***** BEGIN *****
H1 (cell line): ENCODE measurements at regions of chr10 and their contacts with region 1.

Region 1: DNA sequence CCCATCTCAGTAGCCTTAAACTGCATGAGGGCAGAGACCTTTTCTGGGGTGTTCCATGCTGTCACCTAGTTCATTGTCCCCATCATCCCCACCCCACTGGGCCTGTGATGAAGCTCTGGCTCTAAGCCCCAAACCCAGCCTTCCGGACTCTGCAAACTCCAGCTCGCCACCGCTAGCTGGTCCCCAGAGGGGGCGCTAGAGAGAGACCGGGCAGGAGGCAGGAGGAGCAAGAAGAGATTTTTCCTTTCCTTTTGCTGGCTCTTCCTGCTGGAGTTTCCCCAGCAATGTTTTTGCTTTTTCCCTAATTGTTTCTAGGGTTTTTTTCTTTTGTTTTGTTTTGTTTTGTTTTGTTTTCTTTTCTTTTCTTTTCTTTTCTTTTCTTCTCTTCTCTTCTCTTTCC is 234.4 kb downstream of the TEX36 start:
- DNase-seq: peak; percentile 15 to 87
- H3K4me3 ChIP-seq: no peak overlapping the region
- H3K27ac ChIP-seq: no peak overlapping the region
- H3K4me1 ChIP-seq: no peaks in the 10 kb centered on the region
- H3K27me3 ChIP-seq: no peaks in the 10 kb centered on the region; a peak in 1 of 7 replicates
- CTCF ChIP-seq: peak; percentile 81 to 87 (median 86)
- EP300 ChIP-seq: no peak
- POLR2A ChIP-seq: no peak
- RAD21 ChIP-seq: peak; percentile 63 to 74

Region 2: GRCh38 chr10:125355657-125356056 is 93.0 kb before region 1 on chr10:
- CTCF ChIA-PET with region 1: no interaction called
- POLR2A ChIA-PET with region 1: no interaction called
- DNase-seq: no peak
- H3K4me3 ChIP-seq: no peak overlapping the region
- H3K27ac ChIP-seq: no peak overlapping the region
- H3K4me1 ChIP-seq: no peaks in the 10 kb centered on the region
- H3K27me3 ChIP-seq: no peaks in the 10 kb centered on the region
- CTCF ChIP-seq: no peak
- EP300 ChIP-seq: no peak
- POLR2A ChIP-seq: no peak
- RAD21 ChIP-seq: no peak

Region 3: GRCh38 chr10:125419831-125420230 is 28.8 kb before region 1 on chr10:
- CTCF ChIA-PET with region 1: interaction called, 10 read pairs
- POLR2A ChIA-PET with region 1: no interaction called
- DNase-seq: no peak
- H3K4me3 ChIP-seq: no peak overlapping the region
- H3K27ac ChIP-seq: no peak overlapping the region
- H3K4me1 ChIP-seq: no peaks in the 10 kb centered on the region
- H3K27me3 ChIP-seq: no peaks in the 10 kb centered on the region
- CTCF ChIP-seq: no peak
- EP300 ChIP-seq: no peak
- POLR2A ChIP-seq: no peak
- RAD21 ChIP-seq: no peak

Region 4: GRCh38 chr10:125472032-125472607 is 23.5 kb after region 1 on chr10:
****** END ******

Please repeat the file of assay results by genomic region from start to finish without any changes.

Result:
H1 (cell line): ENCODE measurements at regions of chr10 and their contacts with region 1.

Region 1: DNA sequence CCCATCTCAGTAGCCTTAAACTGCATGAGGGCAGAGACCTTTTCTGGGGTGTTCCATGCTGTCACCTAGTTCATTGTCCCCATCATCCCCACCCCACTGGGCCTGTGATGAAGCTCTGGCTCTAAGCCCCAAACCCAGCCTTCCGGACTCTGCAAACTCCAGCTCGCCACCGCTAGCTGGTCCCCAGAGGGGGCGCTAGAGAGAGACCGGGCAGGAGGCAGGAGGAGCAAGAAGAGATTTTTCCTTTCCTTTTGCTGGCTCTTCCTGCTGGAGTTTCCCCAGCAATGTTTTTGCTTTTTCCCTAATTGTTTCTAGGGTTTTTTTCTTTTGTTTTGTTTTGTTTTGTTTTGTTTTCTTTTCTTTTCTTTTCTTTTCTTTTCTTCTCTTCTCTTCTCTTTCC is 234.4 kb downstream of the TEX36 start:
- DNase-seq: peak; percentile 15 to 87
- H3K4me3 ChIP-seq: no peak overlapping the region
- H3K27ac ChIP-seq: no peak overlapping the region
- H3K4me1 ChIP-seq: no peaks in the 10 kb centered on the region
- H3K27me3 ChIP-seq: no peaks in the 10 kb centered on the region; a peak in 1 of 7 replicates
- CTCF ChIP-seq: peak; percentile 81 to 87 (median 86)
- EP300 ChIP-seq: no peak
- POLR2A ChIP-seq: no peak
- RAD21 ChIP-seq: peak; percentile 63 to 74

Region 2: GRCh38 chr10:125355657-125356056 is 93.0 kb before region 1 on chr10:
- CTCF ChIA-PET with region 1: no interaction called
- POLR2A ChIA-PET with region 1: no interaction called
- DNase-seq: no peak
- H3K4me3 ChIP-seq: no peak overlapping the region
- H3K27ac ChIP-seq: no peak overlapping the region
- H3K4me1 ChIP-seq: no peaks in the 10 kb centered on the region
- H3K27me3 ChIP-seq: no peaks in the 10 kb centered on the region
- CTCF ChIP-seq: no peak
- EP300 ChIP-seq: no peak
- POLR2A ChIP-seq: no peak
- RAD21 ChIP-seq: no peak

Region 3: GRCh38 chr10:125419831-125420230 is 28.8 kb before region 1 on chr10:
- CTCF ChIA-PET with region 1: interaction called, 10 read pairs
- POLR2A ChIA-PET with region 1: no interaction called
- DNase-seq: no peak
- H3K4me3 ChIP-seq: no peak overlapping the region
- H3K27ac ChIP-seq: no peak overlapping the region
- H3K4me1 ChIP-seq: no peaks in the 10 kb centered on the region
- H3K27me3 ChIP-seq: no peaks in the 10 kb centered on the region
- CTCF ChIP-seq: no peak
- EP300 ChIP-seq: no peak
- POLR2A ChIP-seq: no peak
- RAD21 ChIP-seq: no peak

Region 4: GRCh38 chr10:125472032-125472607 is 23.5 kb after region 1 on chr10: